- Install a humidifier; this makes things simple and also saves you time.
- Spray water or mist your plants often, especially during dry, hot summer days.
- If you are using a pipe to water plants, feel free to wash the leaves once in a while.
- Place a tray under your pots to hold on to water. Make sure it doesn’t keep your soil damp.
- Place a bowl of water close to the plants.
Fertilizing Philodendron bipennifolium is not a hectic task. Fertilize your plant thrice a year, and they will be happy. Slow-release plant food is best for Philodendron bipennifolium. This allows the fertilizer to supply nutrients in small regular quantities. This fertilizer is all your plant needs to thrive.
If you use a liquid feed, then make sure you spray it five or six inches away from the base. Always water your plants before you fertilize them. The moisture allows the nutrients to spread across the rooting system. Fertilizers that are high in salt can contaminate your soil and harm Philodendron bipennifolium.
Propagation Philodendron Bipennifolium
Before you begin propagating Philodendron bipennifolium, let us look at its growing habits.
Philodendron bipennifolium is a tropical plant that usually grows in full sun. It can tolerate shade and loves indirect light. The best environment for Philodendron bipennifolium to thrive is in rich, moisture-dense soil, which is alkaline.
It is sensitive to saline soils. You can check your soil for salinity and avoid fertilizers high in salts to keep plants healthy.
It will support itself even when it grows tall. Its epiphytic characteristics help it find support through clinging on to trees or other structures to survive. The stem sends down strong aerial roots to source food and water.
Philodendron bipennifolium covers the space with lush green leaves and long stems without any effort. In cooler climates, it will completely die if there is frost and freezing temperatures.
Philodendron bipennifolium plants can grow up to seven feet in height. In tropical regions, it grows even bigger. The supporting structure that you provide your plants can be covered. You can choose to keep the height of your plants as big as the moss pole or bamboo sticks or let them grow.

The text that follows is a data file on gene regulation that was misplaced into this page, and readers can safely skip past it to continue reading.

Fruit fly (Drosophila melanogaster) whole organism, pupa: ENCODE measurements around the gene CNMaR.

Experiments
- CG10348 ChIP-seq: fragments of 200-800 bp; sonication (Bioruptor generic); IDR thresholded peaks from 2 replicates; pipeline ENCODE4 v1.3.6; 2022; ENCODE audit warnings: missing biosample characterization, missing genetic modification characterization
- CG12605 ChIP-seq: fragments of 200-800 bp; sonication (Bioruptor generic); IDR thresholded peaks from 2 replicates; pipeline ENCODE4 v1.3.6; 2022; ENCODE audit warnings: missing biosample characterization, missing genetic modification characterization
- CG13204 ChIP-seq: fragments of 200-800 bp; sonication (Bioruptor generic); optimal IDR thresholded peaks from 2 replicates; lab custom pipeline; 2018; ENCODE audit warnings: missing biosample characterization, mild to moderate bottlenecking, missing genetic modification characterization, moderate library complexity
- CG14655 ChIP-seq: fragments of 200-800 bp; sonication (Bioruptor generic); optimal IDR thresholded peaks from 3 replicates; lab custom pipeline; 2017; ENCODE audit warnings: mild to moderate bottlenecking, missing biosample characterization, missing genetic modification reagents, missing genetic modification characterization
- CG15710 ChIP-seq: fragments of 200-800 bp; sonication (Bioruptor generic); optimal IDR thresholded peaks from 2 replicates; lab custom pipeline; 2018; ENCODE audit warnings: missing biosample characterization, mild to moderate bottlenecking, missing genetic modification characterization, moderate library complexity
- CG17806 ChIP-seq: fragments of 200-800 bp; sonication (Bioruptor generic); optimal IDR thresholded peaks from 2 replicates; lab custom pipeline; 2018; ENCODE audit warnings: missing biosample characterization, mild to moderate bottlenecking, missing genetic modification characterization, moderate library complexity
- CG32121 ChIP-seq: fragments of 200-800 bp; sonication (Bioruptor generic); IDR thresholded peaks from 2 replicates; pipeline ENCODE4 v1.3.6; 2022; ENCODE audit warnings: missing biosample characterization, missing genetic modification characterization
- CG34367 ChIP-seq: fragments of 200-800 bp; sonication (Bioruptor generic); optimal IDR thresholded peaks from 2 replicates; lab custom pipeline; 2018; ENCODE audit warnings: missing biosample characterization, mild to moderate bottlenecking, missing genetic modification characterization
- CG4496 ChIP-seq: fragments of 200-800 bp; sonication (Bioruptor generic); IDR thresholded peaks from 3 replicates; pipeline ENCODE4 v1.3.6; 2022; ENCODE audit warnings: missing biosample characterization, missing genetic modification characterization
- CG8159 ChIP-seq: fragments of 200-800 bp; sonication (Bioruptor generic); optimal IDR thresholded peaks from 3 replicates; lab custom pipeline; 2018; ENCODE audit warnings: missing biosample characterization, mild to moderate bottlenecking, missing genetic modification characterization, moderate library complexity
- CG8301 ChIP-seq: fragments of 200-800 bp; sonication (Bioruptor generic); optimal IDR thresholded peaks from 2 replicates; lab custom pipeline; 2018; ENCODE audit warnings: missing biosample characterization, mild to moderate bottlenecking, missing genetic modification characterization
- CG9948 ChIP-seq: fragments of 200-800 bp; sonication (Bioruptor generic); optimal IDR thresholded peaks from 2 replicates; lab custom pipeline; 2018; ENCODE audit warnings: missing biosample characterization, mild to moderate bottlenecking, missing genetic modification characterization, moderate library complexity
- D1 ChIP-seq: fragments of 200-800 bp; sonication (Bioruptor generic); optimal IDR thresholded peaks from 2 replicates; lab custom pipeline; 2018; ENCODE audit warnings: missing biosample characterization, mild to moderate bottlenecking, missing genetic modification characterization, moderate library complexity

The leaves of Philodendron bipennifolium are broad and can grow up to 18 inches in length. The plant grows quickly and will wrap its stem around anything that it finds close by.
– Horsehead Philodendron Types
There are two types of Philodendron bipennifolium: climbers and non-climbers. The climbing variety will need support for its long, thick stem to wrap around. The supporting pole must be strong. This type will grow well only if there is good support.
The non-climbers spread and turn into big plants. These are more suitable for open spaces. Additionally, leaves are beautiful, large, and deeply lobed.
Philodendron bipennifolium will need to be repotted only once in three years or if it becomes root-bound. The plants in hanging baskets will also take two to three years to mature. That is when the roots outgrow the existing pot and will need a bigger planter.
Transfer your Philodendron bipennifolium in a few inches bigger pots before their roots get too compact. Otherwise, the plant will be stressed and prone to disease. A pot that is much larger than the old one will also cause problems for the plant.
There are a few simple things that you should keep in mind before repotting your Philodendron bipennifolium.
- The plant should be watered a few hours before the transplant.
- Transplant in the evening.
- Water your plants right after transplant.
- Protect it from direct sunlight for a few days until it settles in the new pot.
It is best to use natural potting material like terracotta or clay. Plastic pots may make drainage a challenge and, as a result, cause root rot. If you do not have options, then layer the bottom of your leaves with gravel or pebbles to assist in drainage.
Now let us look at some propagation techniques for Philodendron bipennifolium. Stem cuttings, water propagation, or air layering all work well for the propagation of Philodendron bipennifolium.
Our step-to-step guide will make things easy for you to follow.
Philodendron Bipennifolium Propagation Guide
The two most common methods include stem cutting and air layering your Philodendron bipennifolium. Early spring is the best time to opt for any of these methods.
– Stem Cuttings
Before you take your first stem cutting, be mindful of these points for successful propagation:
- The cut should be right below a leaf node.
- Use sterilized tools: scissors or knives.
- Cutting should be two to four inches in length.
- There should be at least two leaves attached.
- Cure your cuttings. It means to let the cut heal for a week or two before you plant it.
- Keep your cutting in a warm form and allow the callus to form over it.
- This extra step will help in growing healthy roots.
- Meanwhile, you can prepare our hanging baskets or new planters ready.
- Mix in the well-drained, good-quality potting mix into the planters.
- Make sure there are enough drainage holes.
- It is a good idea to water your soil before you put in the new cutting.
- If you want to support your plant, this is the time to place the structure on your pots.